Because this central charge Z includes **all** charges of nucleus and inner electrons.

In the same way, the central charge of Be+ should be close to **Z = 2** like He+

*(Fig.16) Fine structure formula is effective also in Li and Be+.*

Using the formula of Fig.10 (= Fig.3 ) or computing values by program, we find this fine structure equation is **valid** also in lithium and beryllium ion.

*(Fig.17) Sodium fine structure is too big to be explained by a single electron's spin.*

As shown on this site, **hydrogen** fine structure (= doublet ) between *2p3/2* and *2p1/2* is about **0.000045 eV**.

On the other hand, the fine structure between *3p3/2* and *3p1/2* of **sodium** is as big as **0.0021 eV**, as shown on this site.

Approximately, we can consider the outer 3p ( or 3s ) electron of sodium is moving around **Z = +1** central **core** charge.

( "Core" is the total charge of Na nucleus and **all** electrons contained in n = 1 and 2 orbits. )

From the viewpoint of this outer electron, the core charge is moving around in the opposite direction, which causes magnetic field at the point of the electron having "spin".

As a result, spin-orbit interaction is produced, they insist.

*(Fig.18) Central charge Z = 3.54, which is much bigger than Z = 1 in Na !?*

Both in hydrogen and sodium's outer (= 3p ) electron, the effective central (= core ) charges they feel are about Z = **+1e**.

Because this central charge Z is the **sum** of nucleus and all inner electrons.

But the discrepancy between these H and Na spin-orbital interactions are **too wide**.

This means the effective central charge in sodium is much **bigger** than Z = 1 (= about Z = **3.54** in Na ), which is very **unreasonable** and unrealistic.

*(Fig.19) Effective "Z" becomes too big (= 3.5 ), if spin-orbit coupling is true.*

The central charge which 3p valence electron can feed should be close to Z = 1 also in sodium (= Na ).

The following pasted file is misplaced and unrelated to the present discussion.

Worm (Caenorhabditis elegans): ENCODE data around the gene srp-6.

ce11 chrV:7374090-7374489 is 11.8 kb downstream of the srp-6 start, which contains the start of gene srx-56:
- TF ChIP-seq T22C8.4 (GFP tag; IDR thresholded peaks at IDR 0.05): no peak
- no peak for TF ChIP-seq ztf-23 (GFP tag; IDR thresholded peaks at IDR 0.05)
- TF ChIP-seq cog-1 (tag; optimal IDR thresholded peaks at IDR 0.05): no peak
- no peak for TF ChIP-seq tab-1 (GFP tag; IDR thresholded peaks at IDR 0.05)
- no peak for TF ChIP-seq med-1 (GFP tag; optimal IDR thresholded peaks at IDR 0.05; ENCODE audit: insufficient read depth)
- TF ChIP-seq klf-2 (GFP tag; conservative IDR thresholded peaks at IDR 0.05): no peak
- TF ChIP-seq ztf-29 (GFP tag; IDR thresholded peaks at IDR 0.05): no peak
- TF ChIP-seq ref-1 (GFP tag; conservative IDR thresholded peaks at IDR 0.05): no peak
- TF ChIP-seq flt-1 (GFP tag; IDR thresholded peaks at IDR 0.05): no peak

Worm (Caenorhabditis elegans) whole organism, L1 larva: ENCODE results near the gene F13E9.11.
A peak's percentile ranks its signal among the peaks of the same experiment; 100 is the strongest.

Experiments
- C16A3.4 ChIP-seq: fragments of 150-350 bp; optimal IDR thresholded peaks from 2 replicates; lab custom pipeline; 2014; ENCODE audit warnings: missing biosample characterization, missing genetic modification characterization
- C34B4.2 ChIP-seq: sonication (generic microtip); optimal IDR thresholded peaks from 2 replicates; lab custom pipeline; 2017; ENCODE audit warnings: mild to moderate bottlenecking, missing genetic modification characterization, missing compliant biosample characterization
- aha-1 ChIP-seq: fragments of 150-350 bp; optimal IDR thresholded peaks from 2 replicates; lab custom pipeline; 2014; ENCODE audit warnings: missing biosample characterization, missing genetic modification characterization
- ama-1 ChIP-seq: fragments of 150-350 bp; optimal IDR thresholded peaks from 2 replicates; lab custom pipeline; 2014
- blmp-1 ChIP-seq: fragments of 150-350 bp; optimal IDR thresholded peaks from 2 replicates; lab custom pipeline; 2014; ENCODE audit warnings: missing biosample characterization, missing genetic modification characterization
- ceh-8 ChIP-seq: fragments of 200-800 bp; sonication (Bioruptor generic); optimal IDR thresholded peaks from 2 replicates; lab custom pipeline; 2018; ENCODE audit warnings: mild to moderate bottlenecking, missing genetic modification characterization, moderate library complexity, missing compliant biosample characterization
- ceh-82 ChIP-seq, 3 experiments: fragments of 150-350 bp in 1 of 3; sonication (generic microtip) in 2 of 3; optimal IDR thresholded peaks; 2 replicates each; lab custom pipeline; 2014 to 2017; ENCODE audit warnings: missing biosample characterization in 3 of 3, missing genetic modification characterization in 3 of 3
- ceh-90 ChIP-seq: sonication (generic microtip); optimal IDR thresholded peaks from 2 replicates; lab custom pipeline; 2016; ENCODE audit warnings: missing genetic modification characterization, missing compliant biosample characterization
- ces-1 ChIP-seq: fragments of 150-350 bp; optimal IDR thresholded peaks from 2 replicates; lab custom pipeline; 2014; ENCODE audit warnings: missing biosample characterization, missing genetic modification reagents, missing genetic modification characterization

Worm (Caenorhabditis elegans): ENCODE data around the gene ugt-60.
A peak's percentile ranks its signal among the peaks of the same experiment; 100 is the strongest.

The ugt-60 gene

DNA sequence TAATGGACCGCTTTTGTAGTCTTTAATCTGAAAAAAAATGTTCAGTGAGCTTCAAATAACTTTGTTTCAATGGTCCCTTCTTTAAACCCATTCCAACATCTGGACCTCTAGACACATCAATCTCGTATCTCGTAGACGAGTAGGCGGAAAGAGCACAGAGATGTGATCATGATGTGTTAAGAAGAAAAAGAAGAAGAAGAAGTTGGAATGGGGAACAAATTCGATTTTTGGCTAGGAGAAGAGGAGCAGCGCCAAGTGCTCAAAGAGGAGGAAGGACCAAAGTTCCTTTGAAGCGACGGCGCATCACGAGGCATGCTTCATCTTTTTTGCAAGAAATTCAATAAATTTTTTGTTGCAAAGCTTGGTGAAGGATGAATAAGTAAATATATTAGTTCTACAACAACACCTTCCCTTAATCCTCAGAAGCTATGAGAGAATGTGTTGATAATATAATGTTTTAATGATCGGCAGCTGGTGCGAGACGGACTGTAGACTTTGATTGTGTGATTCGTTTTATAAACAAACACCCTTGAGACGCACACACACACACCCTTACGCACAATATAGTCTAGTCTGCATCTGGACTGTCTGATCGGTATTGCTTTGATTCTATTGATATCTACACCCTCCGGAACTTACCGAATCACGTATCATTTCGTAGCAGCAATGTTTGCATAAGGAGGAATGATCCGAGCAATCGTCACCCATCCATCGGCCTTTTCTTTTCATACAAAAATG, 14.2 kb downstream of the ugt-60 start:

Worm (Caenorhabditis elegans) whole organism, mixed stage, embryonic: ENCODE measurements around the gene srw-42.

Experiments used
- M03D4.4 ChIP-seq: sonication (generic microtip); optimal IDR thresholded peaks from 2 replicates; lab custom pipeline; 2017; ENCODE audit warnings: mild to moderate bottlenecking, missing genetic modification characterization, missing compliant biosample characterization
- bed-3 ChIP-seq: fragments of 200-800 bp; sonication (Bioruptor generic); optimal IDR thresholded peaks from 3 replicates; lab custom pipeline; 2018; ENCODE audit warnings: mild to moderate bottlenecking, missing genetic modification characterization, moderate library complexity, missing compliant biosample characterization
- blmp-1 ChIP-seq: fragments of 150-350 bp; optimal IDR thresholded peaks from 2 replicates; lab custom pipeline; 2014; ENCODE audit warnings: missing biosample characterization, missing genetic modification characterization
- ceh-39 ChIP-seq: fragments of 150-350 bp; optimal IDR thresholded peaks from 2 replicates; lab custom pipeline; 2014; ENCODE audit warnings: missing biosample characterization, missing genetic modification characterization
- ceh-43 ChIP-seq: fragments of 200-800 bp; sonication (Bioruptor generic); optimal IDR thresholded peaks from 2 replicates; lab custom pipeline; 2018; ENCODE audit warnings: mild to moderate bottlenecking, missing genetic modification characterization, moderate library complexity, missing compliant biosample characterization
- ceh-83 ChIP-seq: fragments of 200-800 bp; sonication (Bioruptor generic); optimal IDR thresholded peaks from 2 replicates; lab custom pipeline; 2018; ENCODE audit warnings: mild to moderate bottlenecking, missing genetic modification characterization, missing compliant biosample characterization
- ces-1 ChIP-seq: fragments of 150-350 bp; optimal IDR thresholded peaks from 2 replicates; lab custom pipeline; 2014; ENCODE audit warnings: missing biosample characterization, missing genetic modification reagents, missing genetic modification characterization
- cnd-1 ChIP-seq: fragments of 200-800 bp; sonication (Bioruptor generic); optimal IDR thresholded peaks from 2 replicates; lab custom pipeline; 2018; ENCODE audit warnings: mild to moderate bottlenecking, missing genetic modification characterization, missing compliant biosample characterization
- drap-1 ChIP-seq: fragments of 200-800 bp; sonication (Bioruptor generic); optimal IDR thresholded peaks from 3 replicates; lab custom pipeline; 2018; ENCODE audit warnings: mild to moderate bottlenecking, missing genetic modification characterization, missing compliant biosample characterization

But when Z = 1, the calculated spin-orbit energy becomes **too small**, which **cannot** reach 0.0021 eV.

When Z = 3.54, the fine structure formula gives this 0.0021 eV.

This result **proves** the spin-orbit coupling does **NOT** happen in actual fine structure.

*(Fig.20) True effective charge Z = 1.84 from ionization energy.*

As shown on this site, the ionization energy of Na is **5.14 eV** ( n = 3 ).

Comparing this value with hydrogen (= 13.606 eV in n = 1 ), we find the true effective charge of Na is **Z = 1.84**.

This Z is a little bigger than Z = 1 due to the **wide** gap of n = 2 inner electrons' shell.

But of course, it **cannot** reach Z = 3.54 at all.

*(Fig.21) Wide discrepancy in Na and Mg+ fine structure.*

On this site (= Na ) and this site (= Mg+ ) , we can know the energy difference between 3p1/2 and 3p3/2 in Na and Mg+ (= singly ionized magnesium ion ).

*(Fig.22) Effective central charge Z become too big in Na and Mg+.*

From Fig.21 and the fine structure formula, we find the effective central charge of Na and Mg+ become **unrealistically** too big.

Z of Na and Mg+ are 3.54 and 5.39, which is **much bigger** than 1 (= H ) and 2 (= He+ ).

*(Fig.23) Unrealistic effective central charge Z.*

As I said, this effective central charge Z includes all charges of nucleus and **inner electrons**.

So Z of Na and Mg+ must be close to "1" and "2".

These results show the concept of spin-orbit coupling **breaks down** in various metals.

As shown on this page, in larger atoms such as K, Cs .., this result becomes much **worse**, which means Z becomes much more **unrealistic** values.

*(Fig.24) Wider gap in n=2 electron's shell than n = 1.*

The average orbital radius of n = 2 is much longer than n = 1.

( Atomic radius is proportional to a **square** of n ).

So the valence electron of n = 3 in Na can feel much **stronger** Coulomb force through **wider gap** in n = 2 inner electron's shell than hydrogen and lithium.

This wider gap in inner electron's shell is the main reason why fine structure in metals become **large**.

We have to consider **Coulomb** effect instead of (imaginary) spin-orbit interaction.

*(Fig.25) The difference in orbital shapes (= elliptic and circular ) causes large fine structure.*

As shown on this page, the fine structure of Bohr-Sommerfeld model is cuased by the different orbital shapes in **elliptical** and **circular** orbits.

The average radius of them are the same in hydrogen.

But the **perihelion** of elliptical orbits is much **closer** to nucleus than that of circular orbit, which causes the different **Coulomb** interaction.